NASCUS Summaries NCUA 2012 Legal Opinions

NCUA 2012 Legal Opinions

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OGC Legal Opinion 11-0620 Multi-Featured Lending Plan
August 2012

NCUA's Legal Opinion 11-0620 addresses the permissibility of federal credit unions (FCUs) offering multi-feature lending (MFL) plans that contain both closed-end and open-end credit features under a combined umbrella agreement with the member. The issue of closed-end versus and open-end credit programs combined under an umbrella agreement arose subsequent to changes to Regulation Z’s open-end credit rules that became effective in 2010. These amendments prohibited the underwriting of individual advances under an MFL if those advances were linked to open-end disclosures.

NCUA determined the plan as described meets the regulatory requirements of Regulation Z.

NCUA's legal opinion was directed to FCUs because under Regulation Z NCUA only has enforcement authority for FCUs. The Federal Trade Commission (FTC) and the Consumer Financial Protection Bureau (CFPB) share enforcement over state-chartered credit unions (SCUs).  However, SCUs should take note of NCUA's legal opinion as its rational and explanation could likely mirror the view of the FTC and CFPB.

The MFL plan presented to NCUA for review was designed to provide the FCU's members a streamlined borrowing capacity while allowing an FCU to underwrite individual, closed-end advance requests when appropriate. Under the plan, the FCU member signs an umbrella loan agreement at the time the plan is established. The initial umbrella agreement contains the general provisions of the credit and security agreement and terms governing future advancements.  The MFL plan is then comprised of sub-accounts for various loan products, some of which are open-end revolving credits and others that are closed-end credits such as vehicle loans. Once the MFL plan is established, members may request open-end or closed-end advances depending on their particular lending needs.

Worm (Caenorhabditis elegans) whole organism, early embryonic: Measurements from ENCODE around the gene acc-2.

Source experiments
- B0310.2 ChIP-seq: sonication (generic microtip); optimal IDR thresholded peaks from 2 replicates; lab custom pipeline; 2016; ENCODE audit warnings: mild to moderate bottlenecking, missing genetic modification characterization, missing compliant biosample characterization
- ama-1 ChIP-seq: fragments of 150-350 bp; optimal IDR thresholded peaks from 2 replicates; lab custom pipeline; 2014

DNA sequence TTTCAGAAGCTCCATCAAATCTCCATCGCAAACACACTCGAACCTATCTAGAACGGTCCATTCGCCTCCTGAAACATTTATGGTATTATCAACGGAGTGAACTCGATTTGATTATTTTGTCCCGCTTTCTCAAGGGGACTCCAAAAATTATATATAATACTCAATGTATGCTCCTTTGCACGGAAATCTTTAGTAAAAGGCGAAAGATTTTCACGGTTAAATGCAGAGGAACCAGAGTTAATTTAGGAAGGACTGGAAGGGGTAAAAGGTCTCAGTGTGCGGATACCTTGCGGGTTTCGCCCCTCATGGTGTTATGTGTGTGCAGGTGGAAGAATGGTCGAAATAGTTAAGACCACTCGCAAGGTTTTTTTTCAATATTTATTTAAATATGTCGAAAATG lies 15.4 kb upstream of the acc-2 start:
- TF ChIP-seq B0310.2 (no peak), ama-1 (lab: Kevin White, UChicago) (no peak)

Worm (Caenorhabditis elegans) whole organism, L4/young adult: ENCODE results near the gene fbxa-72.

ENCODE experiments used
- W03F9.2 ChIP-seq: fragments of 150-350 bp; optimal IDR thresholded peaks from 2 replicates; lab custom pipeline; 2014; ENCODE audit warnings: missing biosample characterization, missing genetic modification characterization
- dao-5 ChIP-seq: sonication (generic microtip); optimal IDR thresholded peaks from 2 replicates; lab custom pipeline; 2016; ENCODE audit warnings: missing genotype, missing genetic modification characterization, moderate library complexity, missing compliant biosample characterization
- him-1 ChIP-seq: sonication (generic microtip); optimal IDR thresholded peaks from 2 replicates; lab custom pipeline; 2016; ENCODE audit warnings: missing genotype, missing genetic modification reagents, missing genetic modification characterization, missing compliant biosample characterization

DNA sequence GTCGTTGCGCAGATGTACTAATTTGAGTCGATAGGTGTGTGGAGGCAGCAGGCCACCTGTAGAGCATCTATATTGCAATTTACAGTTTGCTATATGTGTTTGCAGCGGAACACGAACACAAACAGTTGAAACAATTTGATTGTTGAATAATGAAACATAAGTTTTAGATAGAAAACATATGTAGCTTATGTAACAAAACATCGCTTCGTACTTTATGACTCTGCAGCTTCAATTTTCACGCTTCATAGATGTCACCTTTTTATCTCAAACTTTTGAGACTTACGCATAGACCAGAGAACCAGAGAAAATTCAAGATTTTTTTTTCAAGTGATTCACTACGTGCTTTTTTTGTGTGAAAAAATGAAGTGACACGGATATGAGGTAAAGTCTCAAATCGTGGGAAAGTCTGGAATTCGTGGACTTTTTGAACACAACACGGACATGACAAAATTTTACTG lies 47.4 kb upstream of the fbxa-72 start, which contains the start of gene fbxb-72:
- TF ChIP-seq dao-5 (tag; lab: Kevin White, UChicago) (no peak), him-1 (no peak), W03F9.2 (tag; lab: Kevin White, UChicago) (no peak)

Members seeking the open-end replenishing accounts receive open-end disclosures in accordance with Regulation Z’s open-end credit rules. Once the line of credit is established, the FCU does not underwrite any particular advances.  However, the FCU may occasionally or routinely verify that the member’s credit standing has not deteriorated.  If the member's credit standing has not deteriorated  the member is entitled to advances without being underwritten or applying anew. If the member’s creditworthiness has deteriorated, the FCU can suspend the line, decrease the credit limit, increase the APR, or refuse any future advances.

Members seeking single-disbursement, nonreplenishing credit receive closed-end disclosures and must apply, and be approved, for the credit.

NCUA also noted that while these MFL plans meet the Regulation Z requirements, they must also be in compliance with any applicable state laws as well.

OGC Legal Opinion 11-1126 Appraisals for Member Business Loans (MBLs)
April 2012

NCUA's Office of General Counsel (OGC) published Legal Opinion 11-1126 to address appraisal requirements for member business loan (MBL) participations. Specifically, OGC was asked whether it is necessary for a credit union to obtain an appraisal for the sale of a participation interest in an MBL under the Interagency Appraisal and Evaluation Guidelines (Guidelines). The OGC's letter states that the Guidelines do not require an appraisal be obtained under the facts as presented. However, the OGC notes that purchasing credit unions should be performing risk assessments and due diligence on loans being purchased.

NCUA Rules and Regulations Part 722.3 establishes requirements for appraisals for "all real estate related financial transactions" except those transactions exempted per the rule. An exemption is established under the rule for a transaction that involves: